Figuring out what kind of art that sells or doesn’t is a big concern for many artists. There is so much involved and many factors which affects selling. Finding art buyers may seem overwhelming and frustrating, especially at the initial stages. But, as artists, we do not usually create just for the money. We make art because we love it… because through art we let our voice be heard in the world. This is something that goes far deeper than earning a living from art. For artists who make art purely for enjoyment, this article is not intended to discourage you from what you are doing. I think this is an honourable thing to do. Neither do I think making art specifically to sell is always what is termed “selling out”.
What follows are some things to consider for creating art that people will buy.
Selling art (often) isn’t easy.
Don’t expect to get rich from it overnight – obviously. It takes work, and learning what type of people are likely to buy your art. The main traits artists need to ensure success is patience and consistency. Artists need patience to keep going and not giving up. Artists should not have their main priority of selling art – this may only set them up for disappointment. Create art because you enjoy it first. Be consistent and patient with your promotions.
Keep learning what works and what doesn’t and where your art is more saleable. Eventually, you will make it, and success will be all the more sweeter because you did it with integrity and hard work.
Create art that people will talk about and want to share.
I have found that people talk about my own artwork because they appreciate the artistic skill it takes, like the themes, or enjoy how I involve the viewer within the piece. Find out what captures the viewers attention the most for your own artwork.
Pay attention to feedback, and you may notice certain consistencies in what amazes your audience about your own artwork. If you focus on these elements, you may find more people come to recognize you by these strengths.
Don’t be afraid to change what you are doing in order to sell art.
This doesn’t mean selling out. Part of being an artist is growing, changing, and responding to trends in the art world. The most famous artists have done the same. Van Gogh’s paintings began as dark and bleak, but he changed it in response to his brother’s advice that bright, bold colors were the fad at the time.
Of course, he still only sold one painting, but many would say his paintings got better after he started following the art trends of the time, and used his own innovations to invent a style all his own.
Certain subjects sell more than others.
This is a proven fact, but it will be very difficult for me to tell you exactly what sells best and what doesn’t. It may depend on trends and fads. It may depend on what locals are into. Look around you, especially at art galleries.
Art galleries are businesses, and tend to focus on work that sells, especially the smaller ones. They could not survive if they didn’t. Therefore, this could be one of the best ways to determine what sells in your area.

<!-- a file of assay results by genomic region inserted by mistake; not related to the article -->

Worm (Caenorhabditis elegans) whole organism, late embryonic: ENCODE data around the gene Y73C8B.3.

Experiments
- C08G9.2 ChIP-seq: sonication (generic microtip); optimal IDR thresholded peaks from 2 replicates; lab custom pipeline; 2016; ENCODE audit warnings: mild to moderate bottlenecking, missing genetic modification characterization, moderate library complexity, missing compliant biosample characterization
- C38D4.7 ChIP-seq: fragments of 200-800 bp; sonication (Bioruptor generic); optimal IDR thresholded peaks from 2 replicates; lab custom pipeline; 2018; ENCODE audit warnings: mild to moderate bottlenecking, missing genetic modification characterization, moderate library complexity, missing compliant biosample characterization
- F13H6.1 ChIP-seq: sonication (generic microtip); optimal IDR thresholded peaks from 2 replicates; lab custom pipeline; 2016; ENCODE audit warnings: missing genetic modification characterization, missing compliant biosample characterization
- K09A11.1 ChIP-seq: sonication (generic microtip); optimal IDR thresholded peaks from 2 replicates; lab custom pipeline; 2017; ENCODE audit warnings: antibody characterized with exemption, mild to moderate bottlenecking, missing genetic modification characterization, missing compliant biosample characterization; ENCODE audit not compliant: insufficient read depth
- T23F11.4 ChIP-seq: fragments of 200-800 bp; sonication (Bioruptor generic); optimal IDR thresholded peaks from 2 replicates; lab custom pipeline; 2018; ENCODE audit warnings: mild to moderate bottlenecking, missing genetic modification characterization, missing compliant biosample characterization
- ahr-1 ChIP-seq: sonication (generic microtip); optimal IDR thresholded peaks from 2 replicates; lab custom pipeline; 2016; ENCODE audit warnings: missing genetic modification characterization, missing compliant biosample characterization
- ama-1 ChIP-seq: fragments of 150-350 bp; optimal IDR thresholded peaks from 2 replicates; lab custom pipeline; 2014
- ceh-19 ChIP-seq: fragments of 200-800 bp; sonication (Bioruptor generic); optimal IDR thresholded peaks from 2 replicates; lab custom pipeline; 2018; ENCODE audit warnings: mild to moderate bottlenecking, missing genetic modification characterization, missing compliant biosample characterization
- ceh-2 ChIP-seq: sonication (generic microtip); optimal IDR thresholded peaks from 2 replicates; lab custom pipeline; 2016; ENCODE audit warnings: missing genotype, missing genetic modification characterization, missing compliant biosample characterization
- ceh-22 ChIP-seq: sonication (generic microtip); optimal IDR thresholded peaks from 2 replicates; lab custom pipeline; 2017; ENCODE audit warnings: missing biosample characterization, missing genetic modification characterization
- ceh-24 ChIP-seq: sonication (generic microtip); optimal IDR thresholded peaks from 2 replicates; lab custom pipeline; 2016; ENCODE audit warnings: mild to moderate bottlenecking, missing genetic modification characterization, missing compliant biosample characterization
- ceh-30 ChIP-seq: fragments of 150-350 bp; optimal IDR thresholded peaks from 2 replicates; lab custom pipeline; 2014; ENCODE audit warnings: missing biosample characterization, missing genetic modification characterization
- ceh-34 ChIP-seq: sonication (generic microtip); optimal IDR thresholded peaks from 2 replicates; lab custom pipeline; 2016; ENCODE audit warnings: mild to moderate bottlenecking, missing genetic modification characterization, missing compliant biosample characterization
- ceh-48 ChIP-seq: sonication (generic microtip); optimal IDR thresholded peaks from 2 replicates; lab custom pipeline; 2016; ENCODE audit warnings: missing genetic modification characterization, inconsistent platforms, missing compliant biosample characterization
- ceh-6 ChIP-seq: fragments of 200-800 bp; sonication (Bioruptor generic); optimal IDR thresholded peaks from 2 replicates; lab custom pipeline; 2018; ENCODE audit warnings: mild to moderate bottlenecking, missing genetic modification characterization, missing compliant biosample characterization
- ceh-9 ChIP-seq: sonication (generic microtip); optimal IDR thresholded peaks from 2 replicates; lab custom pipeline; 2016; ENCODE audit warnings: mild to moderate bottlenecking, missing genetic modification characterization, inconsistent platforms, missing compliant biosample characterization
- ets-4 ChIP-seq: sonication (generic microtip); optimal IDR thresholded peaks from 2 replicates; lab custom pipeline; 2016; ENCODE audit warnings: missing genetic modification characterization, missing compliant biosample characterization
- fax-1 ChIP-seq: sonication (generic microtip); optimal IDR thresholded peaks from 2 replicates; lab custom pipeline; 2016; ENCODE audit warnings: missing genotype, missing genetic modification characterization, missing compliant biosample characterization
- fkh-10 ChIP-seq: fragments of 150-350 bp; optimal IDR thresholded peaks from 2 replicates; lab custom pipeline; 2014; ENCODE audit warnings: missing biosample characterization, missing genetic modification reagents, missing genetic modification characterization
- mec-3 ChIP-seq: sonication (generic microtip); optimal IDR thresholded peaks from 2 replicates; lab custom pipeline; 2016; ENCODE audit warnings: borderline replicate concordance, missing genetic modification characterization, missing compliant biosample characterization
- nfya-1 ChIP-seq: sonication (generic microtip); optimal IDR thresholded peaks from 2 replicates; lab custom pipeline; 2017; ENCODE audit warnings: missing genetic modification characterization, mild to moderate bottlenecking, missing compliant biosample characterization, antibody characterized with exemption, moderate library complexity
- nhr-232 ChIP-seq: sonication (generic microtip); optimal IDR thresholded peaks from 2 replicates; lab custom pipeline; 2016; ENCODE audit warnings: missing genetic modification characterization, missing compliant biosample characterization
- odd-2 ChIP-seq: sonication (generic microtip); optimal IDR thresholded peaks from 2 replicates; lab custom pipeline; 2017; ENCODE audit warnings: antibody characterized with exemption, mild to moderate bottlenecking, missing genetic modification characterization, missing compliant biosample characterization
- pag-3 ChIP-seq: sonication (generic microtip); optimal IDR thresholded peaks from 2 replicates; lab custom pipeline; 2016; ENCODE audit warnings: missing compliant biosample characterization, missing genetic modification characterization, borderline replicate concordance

Whatever you create, there is a market for it somewhere.
This is certainly a truth. It may be easier to find these people (or them find you) if art is extremely focussed. For example, if you like painting traditional subjects, like I do, the primary market will be locals and tourists.
For those who paint horses, the main market is quite obviously horse lovers.
For self-represented artists who promote themselves on the internet, focus on ways for people to find you, instead of you finding them.
Get an artist website, use SEO to make it easily found, and network with people online.
Pay attention to what people are into where you live.
In my province, seascapes along with fishing boats, whales, icebergs, local wildlife, the ocean, etc. has always been popular subjects for paintings. I love to paint those as well, but to make my paintings unique, I paint them in a way that is personal. I have to say that if I painted them realistically, they would only look the same as thousands of other Newfoundland artists who paint the same thing.
But, I am painting something that locals (and tourists) can identify with. For myself, the subject matter does not matter as much as enjoying the process of painting. If I lived elsewhere, I would still paint local imagery in my unique style, and include personal elements.
Create art that is unique and personal.
Copying others may work for a while in regards to art sales, but your reputation most certainly will suffer. It may be easier to sell your art if it stands out from the crowd instead of looking the same as thousands of other artists. Saying that, certain themes may sell better anyway, in spite of looking the same as many others. Landscapes tend to be very popular, especially if they are of specific places or landmarks.
Let people know your personality. People who know what you are about, and what you stand for, your beliefs, hopes, and fears, may identify with you. The personality of the artist influences how much an artist sells just as much as the art itself.
I realize this is a huge subject and I have not covered everything involved in creating art which people will buy. If you have anything to add, I would like you to fill in the blanks.
How do YOU think artists can make art that sells, without selling out?